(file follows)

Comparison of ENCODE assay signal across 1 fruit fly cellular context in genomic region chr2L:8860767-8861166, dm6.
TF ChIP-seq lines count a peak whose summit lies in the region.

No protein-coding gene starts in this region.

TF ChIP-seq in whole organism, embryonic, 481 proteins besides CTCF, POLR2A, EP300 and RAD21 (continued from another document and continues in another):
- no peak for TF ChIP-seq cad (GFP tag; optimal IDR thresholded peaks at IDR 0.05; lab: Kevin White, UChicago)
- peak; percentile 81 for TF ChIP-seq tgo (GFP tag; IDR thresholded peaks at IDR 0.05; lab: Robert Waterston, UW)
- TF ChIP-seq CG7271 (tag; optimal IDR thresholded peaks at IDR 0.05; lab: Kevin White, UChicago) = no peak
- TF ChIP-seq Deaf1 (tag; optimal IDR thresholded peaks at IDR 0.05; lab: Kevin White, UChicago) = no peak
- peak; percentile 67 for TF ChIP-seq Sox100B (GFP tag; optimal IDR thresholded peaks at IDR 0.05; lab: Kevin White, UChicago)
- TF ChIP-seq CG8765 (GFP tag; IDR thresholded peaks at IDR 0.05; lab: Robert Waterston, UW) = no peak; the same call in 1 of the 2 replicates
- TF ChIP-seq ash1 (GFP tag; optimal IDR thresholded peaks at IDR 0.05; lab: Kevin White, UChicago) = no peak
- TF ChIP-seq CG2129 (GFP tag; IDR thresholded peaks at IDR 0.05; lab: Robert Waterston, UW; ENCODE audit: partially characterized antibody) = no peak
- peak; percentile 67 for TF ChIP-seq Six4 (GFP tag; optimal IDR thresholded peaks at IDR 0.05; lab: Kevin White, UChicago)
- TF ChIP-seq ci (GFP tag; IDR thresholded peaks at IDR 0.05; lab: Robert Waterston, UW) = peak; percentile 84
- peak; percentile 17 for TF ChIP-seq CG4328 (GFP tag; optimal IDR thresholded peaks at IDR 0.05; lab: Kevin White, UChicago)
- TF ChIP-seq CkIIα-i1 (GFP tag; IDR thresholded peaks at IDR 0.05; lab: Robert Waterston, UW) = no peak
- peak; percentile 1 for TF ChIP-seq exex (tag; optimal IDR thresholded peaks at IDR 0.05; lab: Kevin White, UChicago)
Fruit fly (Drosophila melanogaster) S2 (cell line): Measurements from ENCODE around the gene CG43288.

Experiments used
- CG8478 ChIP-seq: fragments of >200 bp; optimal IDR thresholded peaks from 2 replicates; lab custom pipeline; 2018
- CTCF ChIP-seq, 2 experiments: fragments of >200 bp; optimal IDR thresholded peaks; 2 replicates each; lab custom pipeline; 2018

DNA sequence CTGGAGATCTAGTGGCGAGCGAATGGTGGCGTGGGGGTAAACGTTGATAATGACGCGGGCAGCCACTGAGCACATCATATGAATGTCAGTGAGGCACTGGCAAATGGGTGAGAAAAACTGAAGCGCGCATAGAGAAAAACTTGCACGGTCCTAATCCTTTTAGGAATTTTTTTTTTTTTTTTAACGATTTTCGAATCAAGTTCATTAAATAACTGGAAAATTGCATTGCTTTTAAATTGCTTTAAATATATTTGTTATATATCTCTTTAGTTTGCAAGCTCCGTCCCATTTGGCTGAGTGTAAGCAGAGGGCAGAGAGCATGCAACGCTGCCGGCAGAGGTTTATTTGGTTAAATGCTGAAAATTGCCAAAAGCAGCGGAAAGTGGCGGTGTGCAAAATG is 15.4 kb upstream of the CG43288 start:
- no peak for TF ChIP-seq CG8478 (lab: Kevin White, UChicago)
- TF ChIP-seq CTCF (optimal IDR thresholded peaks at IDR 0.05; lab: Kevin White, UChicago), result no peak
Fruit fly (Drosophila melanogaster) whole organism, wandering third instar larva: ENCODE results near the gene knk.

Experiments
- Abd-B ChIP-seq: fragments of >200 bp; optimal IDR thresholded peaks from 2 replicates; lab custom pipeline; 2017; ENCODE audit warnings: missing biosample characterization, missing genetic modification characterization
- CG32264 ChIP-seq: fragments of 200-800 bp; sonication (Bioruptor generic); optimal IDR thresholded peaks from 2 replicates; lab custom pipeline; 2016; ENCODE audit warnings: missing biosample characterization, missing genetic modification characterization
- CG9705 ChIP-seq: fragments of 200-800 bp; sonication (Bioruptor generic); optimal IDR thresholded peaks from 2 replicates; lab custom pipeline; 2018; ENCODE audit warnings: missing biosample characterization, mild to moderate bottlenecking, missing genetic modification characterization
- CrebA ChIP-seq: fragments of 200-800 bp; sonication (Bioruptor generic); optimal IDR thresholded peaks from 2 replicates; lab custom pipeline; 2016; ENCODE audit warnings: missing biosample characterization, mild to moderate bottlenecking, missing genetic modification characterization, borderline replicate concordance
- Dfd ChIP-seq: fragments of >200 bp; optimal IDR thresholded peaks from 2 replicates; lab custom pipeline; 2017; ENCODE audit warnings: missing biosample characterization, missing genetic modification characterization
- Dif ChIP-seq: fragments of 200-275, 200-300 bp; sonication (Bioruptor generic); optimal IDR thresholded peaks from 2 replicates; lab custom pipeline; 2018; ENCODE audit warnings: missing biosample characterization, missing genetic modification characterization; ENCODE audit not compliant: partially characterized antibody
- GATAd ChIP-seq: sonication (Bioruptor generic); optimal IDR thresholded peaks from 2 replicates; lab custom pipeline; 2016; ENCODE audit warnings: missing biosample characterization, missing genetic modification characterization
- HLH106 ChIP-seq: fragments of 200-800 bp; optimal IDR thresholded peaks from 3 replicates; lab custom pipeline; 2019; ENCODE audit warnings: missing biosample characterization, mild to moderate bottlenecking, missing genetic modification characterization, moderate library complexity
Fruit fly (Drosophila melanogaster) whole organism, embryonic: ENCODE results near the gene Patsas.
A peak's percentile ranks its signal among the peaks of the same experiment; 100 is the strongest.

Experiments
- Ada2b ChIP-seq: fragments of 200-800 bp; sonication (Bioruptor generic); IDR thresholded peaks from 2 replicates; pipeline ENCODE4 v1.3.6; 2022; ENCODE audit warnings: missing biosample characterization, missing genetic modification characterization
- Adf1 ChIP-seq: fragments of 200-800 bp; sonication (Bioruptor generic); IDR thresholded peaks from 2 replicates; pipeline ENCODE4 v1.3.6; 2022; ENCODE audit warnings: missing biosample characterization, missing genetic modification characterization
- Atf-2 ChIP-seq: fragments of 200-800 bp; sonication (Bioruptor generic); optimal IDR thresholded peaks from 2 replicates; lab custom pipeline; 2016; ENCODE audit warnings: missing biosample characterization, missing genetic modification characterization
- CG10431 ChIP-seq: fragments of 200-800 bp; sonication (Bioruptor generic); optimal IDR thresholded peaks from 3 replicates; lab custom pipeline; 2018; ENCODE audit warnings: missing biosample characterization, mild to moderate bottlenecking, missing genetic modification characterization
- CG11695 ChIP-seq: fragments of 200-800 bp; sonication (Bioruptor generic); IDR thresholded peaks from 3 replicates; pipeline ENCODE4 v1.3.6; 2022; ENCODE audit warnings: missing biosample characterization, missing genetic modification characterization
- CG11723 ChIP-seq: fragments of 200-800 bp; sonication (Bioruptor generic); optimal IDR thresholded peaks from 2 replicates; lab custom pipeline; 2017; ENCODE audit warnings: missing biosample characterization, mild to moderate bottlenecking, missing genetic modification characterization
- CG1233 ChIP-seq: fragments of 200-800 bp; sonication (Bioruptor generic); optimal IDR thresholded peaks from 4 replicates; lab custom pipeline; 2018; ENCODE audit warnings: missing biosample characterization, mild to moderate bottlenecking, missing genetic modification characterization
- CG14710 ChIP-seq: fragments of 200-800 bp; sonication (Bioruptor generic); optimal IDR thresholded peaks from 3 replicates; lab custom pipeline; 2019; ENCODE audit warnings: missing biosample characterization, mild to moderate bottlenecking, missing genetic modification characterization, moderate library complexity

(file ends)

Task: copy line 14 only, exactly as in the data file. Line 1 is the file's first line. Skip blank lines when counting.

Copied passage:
- TF ChIP-seq ci (GFP tag; IDR thresholded peaks at IDR 0.05; lab: Robert Waterston, UW) = peak; percentile 84